A leading mining equipment supplier says the shale-driven resurgence of the US energy sector could have a dire impact upon Australia’s LNG and coal-seam gas developments.
Keith Cochrane, chief executive of FTSE-Listed Weir Group, said that developments in North America’s energy sector have already had a shock impact on global coal prices, and will continue to rattle international markets as the US emerges as the world’s biggest producer of fossil fuels on the back of new extraction technologies.
Speaking to The Australian during a visit to Weir’s Australian operations, Cochrane said that Australian gas producers can no longer “close [their] eyes” to developments in North America, and the potential impacts of a surge in US fossil fuel exports.
According to Weir the history of the coal sector during just the past five years, during which period global prices have been severely impacted by the diversion of product formerly destined for US power plants to China and India, prove that any corner of the energy sector can be subject to abrupt and unanticipated changes.
On the LNG front, key importers in South Korea and Japan have already inked long-term agreements with US terminals, while export volumes from North America would further increase in the next several years as Canadian
Weir advises Australian producers to give full consideration to the ramifications of developments in North America, whose impacts will be
Despite Cochrane’s concerns about the possible impact of the shale revolution on Australian coal-seam gas and LNG projects, Weir nonetheless plans to raise its exposure to and support for the sector.
The Weir CEO said that CSG and shale has the potential to provide an environmentally friendly source of fossil fuels in Australia, despite the strident misgivings of both the greens and broadcaster Alan Jones, and could enable the country to achieve self-sufficiency in terms of its energy needs.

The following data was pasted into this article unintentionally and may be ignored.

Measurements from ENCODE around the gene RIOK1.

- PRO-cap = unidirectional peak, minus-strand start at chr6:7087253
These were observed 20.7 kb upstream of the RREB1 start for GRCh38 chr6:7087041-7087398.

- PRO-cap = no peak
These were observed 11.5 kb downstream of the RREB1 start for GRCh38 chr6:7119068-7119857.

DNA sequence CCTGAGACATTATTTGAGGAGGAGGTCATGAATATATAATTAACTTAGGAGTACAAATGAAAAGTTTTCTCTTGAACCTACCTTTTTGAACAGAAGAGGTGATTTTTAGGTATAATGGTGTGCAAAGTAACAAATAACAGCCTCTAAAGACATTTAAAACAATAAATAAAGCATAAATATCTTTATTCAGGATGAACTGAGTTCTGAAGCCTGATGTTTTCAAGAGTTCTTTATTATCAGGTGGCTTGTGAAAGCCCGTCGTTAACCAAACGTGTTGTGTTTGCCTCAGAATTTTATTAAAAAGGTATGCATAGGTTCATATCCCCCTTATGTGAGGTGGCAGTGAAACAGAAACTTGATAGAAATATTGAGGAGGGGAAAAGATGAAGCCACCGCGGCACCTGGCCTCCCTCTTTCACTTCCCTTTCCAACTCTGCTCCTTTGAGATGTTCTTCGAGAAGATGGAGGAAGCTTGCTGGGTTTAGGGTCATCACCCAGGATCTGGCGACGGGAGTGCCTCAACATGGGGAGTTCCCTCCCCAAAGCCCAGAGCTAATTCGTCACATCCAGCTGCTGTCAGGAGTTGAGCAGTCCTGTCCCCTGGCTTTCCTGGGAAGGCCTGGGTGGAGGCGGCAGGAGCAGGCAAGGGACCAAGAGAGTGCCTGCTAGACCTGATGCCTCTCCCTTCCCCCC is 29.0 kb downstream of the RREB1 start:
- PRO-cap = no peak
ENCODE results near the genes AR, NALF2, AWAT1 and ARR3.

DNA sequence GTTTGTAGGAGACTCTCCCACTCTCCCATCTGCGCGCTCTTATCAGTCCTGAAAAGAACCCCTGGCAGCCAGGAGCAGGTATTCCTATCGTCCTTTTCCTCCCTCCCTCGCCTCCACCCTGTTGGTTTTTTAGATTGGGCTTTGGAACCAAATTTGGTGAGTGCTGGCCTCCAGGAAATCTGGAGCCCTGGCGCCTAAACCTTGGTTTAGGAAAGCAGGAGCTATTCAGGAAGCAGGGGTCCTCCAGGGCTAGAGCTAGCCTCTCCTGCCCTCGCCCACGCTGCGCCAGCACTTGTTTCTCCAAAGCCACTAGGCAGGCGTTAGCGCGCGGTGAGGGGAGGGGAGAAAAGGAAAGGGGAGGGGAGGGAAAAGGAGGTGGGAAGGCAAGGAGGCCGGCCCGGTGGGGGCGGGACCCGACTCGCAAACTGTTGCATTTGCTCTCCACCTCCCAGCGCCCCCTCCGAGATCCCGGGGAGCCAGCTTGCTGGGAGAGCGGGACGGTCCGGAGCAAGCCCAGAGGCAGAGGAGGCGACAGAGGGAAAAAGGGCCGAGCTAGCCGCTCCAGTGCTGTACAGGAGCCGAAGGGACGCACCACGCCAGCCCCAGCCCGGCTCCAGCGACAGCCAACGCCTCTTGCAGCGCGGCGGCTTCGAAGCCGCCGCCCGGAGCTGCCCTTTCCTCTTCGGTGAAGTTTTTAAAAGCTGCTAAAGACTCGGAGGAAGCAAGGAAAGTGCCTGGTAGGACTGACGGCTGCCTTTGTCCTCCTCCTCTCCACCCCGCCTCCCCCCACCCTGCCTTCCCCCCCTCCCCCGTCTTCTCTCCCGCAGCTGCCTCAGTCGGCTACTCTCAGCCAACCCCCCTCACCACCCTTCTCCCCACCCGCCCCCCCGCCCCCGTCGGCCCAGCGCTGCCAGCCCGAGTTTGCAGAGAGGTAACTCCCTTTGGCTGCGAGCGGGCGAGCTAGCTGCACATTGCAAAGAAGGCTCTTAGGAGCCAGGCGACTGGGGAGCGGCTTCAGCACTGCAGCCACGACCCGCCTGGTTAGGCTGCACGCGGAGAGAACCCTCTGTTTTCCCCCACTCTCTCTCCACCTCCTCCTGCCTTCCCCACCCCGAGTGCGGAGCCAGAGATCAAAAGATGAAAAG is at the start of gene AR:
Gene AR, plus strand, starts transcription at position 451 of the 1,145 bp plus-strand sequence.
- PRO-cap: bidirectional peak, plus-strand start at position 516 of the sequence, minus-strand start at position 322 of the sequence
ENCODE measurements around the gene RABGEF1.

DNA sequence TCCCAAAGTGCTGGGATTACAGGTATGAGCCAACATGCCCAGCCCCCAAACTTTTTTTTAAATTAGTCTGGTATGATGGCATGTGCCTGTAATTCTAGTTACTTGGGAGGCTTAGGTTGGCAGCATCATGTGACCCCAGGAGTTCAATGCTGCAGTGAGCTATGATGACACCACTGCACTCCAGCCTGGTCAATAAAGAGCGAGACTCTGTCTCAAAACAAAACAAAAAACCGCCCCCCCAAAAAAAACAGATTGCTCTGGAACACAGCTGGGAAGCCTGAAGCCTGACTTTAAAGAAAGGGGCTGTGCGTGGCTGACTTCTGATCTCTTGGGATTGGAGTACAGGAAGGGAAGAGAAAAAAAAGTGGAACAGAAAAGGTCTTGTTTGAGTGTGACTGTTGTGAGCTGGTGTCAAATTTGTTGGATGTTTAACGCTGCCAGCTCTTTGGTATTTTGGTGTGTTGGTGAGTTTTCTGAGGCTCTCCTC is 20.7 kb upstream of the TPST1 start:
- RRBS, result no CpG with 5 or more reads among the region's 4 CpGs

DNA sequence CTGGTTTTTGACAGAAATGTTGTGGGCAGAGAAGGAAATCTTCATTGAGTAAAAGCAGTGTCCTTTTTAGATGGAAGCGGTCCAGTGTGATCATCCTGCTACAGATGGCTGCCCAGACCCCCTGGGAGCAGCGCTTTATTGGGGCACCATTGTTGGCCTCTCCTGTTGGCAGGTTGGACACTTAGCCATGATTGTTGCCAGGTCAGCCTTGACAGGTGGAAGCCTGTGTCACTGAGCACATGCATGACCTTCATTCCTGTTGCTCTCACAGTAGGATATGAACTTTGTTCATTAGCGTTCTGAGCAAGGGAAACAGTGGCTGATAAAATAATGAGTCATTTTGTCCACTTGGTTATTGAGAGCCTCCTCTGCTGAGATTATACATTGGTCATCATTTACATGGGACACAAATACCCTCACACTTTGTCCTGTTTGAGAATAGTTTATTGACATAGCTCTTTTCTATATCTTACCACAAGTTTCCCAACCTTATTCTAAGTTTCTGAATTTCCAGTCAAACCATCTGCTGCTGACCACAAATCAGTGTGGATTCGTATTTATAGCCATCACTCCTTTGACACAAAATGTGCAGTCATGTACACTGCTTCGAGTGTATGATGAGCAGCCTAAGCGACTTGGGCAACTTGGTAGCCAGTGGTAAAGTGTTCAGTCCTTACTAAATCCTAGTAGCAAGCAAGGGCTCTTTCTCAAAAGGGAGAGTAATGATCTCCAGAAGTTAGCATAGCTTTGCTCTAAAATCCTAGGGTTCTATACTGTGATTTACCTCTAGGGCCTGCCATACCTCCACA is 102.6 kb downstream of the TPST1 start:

Glasgow-headquartered Weir Group is one of the UK’s leading engineering firms, and a key supplier of pumps to the international mining and energy sectors. The company has heavy exposure to the US shale sector, having spent around $1.77 billion buying up businesses that supply their products to the industry.
Cochrane’s remarks arrive just as the outlook for BHP Billiton’s US-based shale operations has been dramatically lifted by expectations of record-breaking recovery rates.
Devon Energy, BHP’s partner in the development of the Eagle Ford shale formation in southern Texas, has announced that it expects the recovery rates for oil in the shale to reach 20 per cent, as compared to the industry average of 7 per cent just a year ago.
The rates will be the highest in the US and yield a major reduction in production costs, while analysts already anticipate a significant upgrade to consensus earnings and cashflow for the project on the back of Devon’s new data.